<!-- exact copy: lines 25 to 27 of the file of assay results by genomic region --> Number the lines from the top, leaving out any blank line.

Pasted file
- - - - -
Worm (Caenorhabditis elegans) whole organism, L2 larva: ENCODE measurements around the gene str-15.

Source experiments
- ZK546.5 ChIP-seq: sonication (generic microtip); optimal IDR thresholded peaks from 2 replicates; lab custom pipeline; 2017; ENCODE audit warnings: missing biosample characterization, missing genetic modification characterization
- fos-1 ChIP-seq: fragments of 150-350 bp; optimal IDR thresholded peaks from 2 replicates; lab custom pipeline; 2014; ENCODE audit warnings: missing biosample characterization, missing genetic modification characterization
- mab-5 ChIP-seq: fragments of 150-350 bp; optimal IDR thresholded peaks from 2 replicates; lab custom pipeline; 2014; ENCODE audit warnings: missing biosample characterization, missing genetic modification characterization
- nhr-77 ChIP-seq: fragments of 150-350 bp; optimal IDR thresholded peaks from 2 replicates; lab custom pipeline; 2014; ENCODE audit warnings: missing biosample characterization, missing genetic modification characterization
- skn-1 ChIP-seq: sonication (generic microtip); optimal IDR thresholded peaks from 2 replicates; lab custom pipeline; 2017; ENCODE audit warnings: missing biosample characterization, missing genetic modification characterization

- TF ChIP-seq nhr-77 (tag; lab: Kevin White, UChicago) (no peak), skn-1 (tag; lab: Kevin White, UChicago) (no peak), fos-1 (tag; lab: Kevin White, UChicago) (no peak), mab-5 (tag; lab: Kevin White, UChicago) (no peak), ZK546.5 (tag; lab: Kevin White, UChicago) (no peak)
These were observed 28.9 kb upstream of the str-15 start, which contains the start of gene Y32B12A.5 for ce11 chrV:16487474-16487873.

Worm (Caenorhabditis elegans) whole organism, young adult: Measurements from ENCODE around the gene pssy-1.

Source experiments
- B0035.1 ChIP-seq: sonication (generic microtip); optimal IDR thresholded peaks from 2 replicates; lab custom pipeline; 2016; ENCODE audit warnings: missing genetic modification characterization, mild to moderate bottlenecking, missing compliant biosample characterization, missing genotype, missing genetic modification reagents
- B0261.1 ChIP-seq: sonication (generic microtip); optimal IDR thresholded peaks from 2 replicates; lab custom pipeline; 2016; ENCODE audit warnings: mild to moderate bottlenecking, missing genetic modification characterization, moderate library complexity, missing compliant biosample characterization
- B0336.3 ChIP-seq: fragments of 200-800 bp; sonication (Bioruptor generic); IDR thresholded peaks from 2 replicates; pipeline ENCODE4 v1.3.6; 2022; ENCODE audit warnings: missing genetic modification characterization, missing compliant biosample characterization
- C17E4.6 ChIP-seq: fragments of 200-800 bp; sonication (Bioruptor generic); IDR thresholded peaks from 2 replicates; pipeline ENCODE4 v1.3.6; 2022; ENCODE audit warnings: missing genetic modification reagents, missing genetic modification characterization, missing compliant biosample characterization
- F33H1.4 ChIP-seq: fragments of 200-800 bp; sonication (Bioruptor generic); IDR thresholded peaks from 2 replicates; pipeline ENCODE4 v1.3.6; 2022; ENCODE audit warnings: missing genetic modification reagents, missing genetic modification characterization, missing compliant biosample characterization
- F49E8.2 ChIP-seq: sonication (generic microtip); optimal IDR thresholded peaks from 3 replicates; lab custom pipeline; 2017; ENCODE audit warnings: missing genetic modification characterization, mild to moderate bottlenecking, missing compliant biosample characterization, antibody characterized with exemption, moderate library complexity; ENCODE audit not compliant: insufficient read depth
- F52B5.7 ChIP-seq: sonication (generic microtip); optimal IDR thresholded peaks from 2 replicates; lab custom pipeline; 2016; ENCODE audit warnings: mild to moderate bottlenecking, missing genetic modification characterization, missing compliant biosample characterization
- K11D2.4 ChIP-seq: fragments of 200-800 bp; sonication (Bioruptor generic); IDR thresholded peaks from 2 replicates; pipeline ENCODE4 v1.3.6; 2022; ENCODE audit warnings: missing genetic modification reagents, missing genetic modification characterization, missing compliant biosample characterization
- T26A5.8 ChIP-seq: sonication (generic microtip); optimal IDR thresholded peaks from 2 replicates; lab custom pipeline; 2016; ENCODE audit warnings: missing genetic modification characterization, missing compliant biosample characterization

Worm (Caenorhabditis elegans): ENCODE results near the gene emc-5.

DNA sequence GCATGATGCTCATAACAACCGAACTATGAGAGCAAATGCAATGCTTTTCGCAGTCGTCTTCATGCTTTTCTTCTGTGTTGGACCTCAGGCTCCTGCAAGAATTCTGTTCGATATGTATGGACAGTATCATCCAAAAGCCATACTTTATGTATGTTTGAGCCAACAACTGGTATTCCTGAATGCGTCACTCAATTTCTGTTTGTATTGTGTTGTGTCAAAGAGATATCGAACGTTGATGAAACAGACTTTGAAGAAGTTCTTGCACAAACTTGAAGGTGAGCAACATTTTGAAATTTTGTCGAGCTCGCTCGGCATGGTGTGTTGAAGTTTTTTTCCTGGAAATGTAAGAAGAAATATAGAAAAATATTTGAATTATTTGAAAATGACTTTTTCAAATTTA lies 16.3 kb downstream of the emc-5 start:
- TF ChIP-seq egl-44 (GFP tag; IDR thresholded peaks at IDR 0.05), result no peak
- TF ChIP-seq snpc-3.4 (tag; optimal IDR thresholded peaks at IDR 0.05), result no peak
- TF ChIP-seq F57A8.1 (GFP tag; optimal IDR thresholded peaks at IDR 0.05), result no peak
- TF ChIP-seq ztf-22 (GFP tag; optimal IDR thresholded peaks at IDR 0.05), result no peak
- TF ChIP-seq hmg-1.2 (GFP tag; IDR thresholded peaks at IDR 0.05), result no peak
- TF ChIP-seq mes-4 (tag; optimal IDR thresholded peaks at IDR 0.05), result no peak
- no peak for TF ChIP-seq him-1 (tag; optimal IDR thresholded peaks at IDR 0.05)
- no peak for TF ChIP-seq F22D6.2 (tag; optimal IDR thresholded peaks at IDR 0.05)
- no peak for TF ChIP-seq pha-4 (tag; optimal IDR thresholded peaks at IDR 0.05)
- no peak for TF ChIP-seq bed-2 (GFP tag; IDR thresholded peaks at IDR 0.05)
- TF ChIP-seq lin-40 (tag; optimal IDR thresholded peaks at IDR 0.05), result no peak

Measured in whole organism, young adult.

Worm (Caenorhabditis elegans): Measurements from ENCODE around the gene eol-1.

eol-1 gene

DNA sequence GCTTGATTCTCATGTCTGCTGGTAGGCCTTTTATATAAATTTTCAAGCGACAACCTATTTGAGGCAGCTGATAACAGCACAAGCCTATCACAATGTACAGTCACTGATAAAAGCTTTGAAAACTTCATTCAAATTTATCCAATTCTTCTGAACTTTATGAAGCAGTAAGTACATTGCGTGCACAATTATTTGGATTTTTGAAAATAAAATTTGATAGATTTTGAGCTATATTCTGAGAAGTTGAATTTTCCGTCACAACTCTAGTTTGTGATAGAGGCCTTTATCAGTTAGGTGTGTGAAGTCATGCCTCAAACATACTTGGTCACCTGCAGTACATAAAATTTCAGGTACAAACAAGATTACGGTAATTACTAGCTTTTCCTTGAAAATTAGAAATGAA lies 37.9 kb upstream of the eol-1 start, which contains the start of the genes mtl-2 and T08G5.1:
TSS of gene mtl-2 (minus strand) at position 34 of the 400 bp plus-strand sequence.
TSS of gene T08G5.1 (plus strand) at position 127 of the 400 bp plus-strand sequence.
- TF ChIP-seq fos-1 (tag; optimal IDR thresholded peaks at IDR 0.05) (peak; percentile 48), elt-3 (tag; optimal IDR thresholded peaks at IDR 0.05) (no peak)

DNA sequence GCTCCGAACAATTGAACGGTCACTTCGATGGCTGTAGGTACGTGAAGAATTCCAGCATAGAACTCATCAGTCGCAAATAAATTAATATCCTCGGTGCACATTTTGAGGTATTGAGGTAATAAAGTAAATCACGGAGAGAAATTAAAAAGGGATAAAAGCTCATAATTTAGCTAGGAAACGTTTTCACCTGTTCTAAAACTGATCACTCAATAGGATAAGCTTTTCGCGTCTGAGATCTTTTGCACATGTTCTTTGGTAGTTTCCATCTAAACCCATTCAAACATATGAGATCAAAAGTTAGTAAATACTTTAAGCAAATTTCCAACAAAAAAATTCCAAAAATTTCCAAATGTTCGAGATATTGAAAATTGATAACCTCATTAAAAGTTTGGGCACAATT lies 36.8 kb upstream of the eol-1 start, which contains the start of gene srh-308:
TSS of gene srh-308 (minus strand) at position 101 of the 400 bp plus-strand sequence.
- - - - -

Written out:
- TF ChIP-seq F57A8.1 (GFP tag; optimal IDR thresholded peaks at IDR 0.05), result no peak
- TF ChIP-seq ztf-22 (GFP tag; optimal IDR thresholded peaks at IDR 0.05), result no peak
- TF ChIP-seq hmg-1.2 (GFP tag; IDR thresholded peaks at IDR 0.05), result no peak